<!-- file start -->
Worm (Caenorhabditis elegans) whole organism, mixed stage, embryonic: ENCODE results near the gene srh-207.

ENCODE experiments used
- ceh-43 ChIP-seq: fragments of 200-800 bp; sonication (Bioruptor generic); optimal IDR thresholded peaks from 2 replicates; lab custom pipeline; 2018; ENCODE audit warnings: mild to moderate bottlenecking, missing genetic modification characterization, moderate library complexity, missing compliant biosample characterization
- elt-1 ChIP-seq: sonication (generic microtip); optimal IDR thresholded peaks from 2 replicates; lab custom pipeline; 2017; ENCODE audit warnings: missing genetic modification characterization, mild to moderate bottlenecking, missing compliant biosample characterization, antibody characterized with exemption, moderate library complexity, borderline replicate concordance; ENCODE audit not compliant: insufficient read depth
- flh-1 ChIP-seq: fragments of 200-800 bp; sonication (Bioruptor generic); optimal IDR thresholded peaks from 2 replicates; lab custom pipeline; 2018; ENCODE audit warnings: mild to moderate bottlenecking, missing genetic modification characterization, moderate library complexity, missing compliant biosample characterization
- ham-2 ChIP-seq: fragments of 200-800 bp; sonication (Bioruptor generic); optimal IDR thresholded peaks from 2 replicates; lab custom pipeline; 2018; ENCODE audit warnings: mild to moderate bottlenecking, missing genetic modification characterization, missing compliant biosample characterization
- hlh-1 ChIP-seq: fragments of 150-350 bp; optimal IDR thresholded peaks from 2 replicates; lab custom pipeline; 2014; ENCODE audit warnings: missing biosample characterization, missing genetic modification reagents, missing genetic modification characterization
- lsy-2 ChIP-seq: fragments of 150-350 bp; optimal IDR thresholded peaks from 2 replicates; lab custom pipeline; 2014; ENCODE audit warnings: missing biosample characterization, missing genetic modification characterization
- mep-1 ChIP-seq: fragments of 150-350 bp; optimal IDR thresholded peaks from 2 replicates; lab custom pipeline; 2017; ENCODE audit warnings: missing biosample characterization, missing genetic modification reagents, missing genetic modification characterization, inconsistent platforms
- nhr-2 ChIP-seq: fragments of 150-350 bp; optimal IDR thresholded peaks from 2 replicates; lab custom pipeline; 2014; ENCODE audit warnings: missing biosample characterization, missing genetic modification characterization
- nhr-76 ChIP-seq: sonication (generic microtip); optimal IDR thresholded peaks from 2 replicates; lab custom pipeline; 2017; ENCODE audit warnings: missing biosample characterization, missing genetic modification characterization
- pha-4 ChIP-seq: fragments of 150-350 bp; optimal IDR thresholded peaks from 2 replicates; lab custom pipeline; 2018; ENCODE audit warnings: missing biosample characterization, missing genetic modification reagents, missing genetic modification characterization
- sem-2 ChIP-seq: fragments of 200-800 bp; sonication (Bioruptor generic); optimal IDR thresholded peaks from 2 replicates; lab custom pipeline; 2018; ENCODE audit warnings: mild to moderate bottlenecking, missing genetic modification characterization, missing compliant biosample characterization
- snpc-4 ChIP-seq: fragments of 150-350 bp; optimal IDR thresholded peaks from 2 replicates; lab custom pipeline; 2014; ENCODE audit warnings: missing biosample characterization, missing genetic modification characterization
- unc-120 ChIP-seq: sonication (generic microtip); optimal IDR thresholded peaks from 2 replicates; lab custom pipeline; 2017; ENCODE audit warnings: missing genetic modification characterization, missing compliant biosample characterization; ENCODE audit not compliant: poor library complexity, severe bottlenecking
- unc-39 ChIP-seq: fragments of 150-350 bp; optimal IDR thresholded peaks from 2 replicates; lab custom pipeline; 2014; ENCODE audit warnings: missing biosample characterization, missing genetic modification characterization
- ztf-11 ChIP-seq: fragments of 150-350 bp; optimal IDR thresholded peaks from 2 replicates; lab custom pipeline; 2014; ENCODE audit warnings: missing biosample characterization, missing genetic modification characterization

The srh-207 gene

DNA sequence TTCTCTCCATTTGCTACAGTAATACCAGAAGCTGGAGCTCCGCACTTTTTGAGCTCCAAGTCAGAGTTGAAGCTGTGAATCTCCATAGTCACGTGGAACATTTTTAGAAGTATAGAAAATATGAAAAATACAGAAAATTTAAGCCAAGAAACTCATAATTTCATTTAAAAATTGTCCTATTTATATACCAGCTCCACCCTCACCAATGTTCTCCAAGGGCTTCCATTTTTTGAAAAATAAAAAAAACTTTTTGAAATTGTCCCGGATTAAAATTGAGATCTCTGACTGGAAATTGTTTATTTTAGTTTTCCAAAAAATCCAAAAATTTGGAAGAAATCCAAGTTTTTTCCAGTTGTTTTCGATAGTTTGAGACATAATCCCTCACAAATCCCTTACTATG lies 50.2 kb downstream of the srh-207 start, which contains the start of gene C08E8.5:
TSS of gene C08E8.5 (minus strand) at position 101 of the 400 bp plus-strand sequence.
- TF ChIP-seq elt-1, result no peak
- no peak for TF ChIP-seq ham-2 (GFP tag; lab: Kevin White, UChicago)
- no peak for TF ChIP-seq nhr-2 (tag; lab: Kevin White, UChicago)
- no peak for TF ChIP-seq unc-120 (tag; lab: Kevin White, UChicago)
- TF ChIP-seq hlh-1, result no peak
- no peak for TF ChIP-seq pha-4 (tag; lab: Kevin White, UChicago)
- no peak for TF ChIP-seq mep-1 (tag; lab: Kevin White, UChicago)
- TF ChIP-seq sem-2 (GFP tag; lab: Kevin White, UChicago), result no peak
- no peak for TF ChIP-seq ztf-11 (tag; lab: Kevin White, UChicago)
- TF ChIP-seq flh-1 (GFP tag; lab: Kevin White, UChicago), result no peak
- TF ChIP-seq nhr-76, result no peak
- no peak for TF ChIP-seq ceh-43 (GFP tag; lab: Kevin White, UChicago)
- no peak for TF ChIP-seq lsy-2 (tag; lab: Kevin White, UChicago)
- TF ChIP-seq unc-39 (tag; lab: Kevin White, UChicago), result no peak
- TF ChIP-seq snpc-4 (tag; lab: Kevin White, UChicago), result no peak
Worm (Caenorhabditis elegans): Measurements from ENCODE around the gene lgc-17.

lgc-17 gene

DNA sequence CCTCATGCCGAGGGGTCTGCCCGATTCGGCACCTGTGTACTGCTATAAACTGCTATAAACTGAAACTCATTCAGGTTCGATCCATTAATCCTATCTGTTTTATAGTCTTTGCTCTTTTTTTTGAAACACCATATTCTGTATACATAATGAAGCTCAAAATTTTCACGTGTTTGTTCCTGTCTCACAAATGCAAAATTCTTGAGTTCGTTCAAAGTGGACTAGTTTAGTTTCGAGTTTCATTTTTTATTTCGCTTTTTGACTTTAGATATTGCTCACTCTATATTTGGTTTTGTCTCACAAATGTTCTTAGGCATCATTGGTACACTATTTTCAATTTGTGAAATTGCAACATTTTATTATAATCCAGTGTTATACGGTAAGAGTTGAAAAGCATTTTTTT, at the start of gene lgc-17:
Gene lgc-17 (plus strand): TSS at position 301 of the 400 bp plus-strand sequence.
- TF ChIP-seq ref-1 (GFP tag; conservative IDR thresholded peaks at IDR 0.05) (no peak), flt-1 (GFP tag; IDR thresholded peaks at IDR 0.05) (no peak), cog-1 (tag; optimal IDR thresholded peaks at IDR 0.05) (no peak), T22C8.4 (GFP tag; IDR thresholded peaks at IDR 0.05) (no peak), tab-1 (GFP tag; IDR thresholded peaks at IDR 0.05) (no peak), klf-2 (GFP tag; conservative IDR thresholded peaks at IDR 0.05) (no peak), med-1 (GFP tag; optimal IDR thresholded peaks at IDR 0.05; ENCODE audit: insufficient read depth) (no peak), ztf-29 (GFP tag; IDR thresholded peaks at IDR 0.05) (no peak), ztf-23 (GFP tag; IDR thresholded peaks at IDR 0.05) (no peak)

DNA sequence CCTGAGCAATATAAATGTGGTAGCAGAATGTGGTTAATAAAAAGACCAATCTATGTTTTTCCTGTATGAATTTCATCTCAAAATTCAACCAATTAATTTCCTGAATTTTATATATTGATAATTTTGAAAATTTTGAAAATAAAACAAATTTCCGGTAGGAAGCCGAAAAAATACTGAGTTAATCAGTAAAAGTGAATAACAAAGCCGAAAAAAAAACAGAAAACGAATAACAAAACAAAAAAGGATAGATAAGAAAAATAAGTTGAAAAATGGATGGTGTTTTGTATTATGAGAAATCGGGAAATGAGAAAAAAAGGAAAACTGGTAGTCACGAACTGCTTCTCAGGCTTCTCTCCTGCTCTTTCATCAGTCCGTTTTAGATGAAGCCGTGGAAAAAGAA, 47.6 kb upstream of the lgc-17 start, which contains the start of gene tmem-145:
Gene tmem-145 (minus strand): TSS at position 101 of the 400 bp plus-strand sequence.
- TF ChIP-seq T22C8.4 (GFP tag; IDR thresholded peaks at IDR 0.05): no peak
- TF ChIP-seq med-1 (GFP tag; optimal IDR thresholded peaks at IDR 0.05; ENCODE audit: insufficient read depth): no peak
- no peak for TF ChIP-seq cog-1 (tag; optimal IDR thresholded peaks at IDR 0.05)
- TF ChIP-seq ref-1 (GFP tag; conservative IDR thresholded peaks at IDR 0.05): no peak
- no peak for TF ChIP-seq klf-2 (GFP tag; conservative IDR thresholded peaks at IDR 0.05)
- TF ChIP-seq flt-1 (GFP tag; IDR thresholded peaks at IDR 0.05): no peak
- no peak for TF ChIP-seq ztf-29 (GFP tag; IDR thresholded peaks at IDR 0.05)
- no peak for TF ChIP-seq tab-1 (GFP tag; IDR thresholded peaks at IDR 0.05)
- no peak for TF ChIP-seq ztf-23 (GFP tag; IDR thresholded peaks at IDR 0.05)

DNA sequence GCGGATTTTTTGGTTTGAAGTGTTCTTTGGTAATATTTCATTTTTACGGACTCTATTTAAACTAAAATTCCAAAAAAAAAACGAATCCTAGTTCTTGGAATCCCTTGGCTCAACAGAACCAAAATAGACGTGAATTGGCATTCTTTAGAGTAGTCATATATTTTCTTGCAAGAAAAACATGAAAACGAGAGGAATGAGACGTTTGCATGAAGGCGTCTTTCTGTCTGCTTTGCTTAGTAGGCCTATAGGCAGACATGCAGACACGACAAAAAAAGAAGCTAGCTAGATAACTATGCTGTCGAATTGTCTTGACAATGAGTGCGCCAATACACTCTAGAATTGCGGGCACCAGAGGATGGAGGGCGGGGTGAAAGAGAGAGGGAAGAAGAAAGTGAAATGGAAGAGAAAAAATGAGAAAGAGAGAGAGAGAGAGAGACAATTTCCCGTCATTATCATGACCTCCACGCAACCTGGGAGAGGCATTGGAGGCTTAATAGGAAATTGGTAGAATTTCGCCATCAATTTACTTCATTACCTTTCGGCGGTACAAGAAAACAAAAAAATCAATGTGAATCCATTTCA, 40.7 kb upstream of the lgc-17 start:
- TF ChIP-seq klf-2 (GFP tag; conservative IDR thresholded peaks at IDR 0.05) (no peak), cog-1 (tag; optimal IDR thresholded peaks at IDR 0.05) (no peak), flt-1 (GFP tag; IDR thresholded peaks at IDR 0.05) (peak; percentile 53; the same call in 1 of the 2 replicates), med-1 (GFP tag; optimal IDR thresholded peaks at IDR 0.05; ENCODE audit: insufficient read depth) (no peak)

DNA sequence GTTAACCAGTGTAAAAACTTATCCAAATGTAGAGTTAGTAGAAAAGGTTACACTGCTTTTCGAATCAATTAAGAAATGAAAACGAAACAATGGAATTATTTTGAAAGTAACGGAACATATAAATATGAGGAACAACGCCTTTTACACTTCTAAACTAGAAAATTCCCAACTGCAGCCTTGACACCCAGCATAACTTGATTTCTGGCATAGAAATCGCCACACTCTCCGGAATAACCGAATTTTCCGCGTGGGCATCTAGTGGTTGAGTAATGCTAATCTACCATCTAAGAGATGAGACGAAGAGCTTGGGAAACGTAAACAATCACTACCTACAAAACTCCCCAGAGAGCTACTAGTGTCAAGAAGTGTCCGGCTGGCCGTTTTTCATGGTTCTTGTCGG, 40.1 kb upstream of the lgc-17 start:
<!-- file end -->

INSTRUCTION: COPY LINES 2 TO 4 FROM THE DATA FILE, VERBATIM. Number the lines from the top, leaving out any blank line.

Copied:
ENCODE experiments used
- ceh-43 ChIP-seq: fragments of 200-800 bp; sonication (Bioruptor generic); optimal IDR thresholded peaks from 2 replicates; lab custom pipeline; 2018; ENCODE audit warnings: mild to moderate bottlenecking, missing genetic modification characterization, moderate library complexity, missing compliant biosample characterization
- elt-1 ChIP-seq: sonication (generic microtip); optimal IDR thresholded peaks from 2 replicates; lab custom pipeline; 2017; ENCODE audit warnings: missing genetic modification characterization, mild to moderate bottlenecking, missing compliant biosample characterization, antibody characterized with exemption, moderate library complexity, borderline replicate concordance; ENCODE audit not compliant: insufficient read depth